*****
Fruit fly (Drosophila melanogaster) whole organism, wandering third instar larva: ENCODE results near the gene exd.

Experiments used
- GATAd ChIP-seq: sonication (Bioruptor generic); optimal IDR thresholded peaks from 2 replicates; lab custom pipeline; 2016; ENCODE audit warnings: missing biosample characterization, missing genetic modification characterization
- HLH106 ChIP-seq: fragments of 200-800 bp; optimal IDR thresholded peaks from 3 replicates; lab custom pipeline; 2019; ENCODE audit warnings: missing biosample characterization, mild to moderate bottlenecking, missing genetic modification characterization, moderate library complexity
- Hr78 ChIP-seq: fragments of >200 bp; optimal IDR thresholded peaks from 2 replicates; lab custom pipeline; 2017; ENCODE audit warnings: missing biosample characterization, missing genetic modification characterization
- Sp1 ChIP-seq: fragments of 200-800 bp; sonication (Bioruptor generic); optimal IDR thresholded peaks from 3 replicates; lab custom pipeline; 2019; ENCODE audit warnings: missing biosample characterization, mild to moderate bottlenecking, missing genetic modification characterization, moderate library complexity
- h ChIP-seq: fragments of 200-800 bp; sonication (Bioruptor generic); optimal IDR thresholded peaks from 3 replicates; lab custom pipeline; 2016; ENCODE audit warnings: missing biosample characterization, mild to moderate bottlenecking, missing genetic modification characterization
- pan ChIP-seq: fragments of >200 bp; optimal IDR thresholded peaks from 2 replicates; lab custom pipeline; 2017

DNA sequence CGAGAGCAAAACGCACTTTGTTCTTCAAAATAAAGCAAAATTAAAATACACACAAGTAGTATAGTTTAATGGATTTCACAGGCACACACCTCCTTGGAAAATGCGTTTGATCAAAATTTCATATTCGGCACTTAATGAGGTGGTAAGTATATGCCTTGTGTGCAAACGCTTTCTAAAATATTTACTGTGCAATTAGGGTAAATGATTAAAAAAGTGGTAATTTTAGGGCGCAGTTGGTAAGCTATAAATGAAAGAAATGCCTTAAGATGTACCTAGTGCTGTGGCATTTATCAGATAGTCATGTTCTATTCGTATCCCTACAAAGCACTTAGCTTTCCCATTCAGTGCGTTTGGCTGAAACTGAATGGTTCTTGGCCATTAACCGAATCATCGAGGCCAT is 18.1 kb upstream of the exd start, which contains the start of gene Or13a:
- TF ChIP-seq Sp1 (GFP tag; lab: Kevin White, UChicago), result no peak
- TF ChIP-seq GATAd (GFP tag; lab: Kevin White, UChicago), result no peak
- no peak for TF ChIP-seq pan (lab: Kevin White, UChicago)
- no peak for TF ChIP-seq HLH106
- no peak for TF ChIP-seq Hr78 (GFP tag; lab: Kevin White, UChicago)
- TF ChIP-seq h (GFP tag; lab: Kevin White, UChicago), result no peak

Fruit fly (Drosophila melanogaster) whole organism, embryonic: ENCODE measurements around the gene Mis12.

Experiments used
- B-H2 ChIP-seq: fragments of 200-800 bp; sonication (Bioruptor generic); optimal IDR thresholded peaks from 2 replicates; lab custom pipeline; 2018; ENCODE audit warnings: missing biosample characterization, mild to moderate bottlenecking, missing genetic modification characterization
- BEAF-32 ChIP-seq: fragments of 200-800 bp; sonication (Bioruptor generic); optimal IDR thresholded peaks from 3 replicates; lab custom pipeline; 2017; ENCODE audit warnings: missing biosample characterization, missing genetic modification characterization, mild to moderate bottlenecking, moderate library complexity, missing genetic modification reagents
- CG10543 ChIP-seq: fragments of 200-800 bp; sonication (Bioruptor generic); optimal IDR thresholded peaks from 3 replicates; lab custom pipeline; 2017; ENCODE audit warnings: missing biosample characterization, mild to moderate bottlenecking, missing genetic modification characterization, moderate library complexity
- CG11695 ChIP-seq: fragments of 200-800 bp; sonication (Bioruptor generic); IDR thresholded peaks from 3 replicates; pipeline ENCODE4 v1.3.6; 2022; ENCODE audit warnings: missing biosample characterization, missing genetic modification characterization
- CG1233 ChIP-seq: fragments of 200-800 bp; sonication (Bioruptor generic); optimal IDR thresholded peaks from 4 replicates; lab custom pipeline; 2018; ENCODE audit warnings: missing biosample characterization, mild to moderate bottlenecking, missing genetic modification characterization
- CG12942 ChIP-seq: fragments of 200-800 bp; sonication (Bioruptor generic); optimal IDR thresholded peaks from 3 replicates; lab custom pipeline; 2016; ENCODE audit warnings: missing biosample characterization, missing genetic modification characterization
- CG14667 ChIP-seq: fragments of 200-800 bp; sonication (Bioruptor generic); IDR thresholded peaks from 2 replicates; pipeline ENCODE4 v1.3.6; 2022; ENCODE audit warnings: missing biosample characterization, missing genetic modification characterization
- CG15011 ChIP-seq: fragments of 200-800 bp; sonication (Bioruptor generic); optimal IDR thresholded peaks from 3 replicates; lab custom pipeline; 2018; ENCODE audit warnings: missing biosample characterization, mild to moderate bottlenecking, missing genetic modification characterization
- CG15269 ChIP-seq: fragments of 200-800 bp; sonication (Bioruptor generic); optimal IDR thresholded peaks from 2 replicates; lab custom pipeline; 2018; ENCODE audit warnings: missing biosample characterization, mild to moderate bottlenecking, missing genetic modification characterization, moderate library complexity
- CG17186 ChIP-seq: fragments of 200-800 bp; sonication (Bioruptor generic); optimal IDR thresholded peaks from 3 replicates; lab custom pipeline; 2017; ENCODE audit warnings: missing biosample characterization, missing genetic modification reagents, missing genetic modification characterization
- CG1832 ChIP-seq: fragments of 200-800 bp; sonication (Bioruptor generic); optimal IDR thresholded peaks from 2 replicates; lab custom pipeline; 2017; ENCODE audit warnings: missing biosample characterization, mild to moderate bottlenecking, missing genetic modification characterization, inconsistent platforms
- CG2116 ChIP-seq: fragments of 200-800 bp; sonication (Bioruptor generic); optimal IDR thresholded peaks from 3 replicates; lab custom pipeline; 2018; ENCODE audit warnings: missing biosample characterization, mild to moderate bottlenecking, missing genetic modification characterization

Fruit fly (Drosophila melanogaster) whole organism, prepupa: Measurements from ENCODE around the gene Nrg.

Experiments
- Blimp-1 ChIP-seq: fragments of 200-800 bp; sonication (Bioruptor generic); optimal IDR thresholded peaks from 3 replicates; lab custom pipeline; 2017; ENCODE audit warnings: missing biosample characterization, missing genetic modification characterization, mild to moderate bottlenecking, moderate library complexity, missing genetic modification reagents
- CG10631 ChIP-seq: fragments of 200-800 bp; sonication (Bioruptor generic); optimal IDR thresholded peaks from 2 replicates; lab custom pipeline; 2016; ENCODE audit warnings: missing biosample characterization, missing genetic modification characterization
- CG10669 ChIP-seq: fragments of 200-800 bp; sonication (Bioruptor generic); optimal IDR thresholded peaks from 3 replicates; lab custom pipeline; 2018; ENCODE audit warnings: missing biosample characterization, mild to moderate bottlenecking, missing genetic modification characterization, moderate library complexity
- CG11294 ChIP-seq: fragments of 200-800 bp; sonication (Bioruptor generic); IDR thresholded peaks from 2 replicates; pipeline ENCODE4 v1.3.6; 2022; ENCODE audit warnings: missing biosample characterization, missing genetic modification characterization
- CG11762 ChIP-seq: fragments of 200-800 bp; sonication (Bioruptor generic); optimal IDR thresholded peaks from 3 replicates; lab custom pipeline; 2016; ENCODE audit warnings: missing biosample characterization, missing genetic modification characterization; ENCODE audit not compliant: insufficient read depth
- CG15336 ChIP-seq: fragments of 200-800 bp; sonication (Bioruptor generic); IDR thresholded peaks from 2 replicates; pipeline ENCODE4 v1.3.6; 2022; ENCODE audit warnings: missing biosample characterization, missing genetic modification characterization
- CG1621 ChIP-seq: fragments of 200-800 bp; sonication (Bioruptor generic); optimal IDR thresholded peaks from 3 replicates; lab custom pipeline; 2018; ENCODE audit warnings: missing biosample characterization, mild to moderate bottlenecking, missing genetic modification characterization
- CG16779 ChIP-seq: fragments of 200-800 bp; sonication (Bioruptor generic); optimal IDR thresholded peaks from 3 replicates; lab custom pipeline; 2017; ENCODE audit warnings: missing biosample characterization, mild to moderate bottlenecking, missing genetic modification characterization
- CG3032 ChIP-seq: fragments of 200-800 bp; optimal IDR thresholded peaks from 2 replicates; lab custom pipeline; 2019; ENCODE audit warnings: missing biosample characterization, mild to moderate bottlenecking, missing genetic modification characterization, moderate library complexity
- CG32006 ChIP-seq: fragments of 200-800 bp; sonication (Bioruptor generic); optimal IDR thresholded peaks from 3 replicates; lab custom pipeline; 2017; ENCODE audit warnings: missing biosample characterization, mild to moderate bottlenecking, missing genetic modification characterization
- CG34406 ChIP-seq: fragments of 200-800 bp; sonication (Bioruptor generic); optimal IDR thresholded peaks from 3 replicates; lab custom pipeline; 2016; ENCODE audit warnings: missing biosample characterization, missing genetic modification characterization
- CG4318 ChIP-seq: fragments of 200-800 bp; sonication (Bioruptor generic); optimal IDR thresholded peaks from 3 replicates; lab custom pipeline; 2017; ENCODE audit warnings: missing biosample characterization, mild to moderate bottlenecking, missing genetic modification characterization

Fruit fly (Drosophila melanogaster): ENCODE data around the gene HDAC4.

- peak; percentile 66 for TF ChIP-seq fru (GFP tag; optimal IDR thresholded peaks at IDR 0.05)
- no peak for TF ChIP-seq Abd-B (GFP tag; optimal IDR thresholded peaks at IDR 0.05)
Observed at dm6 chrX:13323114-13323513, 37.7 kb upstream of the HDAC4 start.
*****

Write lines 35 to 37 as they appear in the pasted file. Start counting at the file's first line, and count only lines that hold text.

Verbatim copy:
- CG11294 ChIP-seq: fragments of 200-800 bp; sonication (Bioruptor generic); IDR thresholded peaks from 2 replicates; pipeline ENCODE4 v1.3.6; 2022; ENCODE audit warnings: missing biosample characterization, missing genetic modification characterization
- CG11762 ChIP-seq: fragments of 200-800 bp; sonication (Bioruptor generic); optimal IDR thresholded peaks from 3 replicates; lab custom pipeline; 2016; ENCODE audit warnings: missing biosample characterization, missing genetic modification characterization; ENCODE audit not compliant: insufficient read depth
- CG15336 ChIP-seq: fragments of 200-800 bp; sonication (Bioruptor generic); IDR thresholded peaks from 2 replicates; pipeline ENCODE4 v1.3.6; 2022; ENCODE audit warnings: missing biosample characterization, missing genetic modification characterization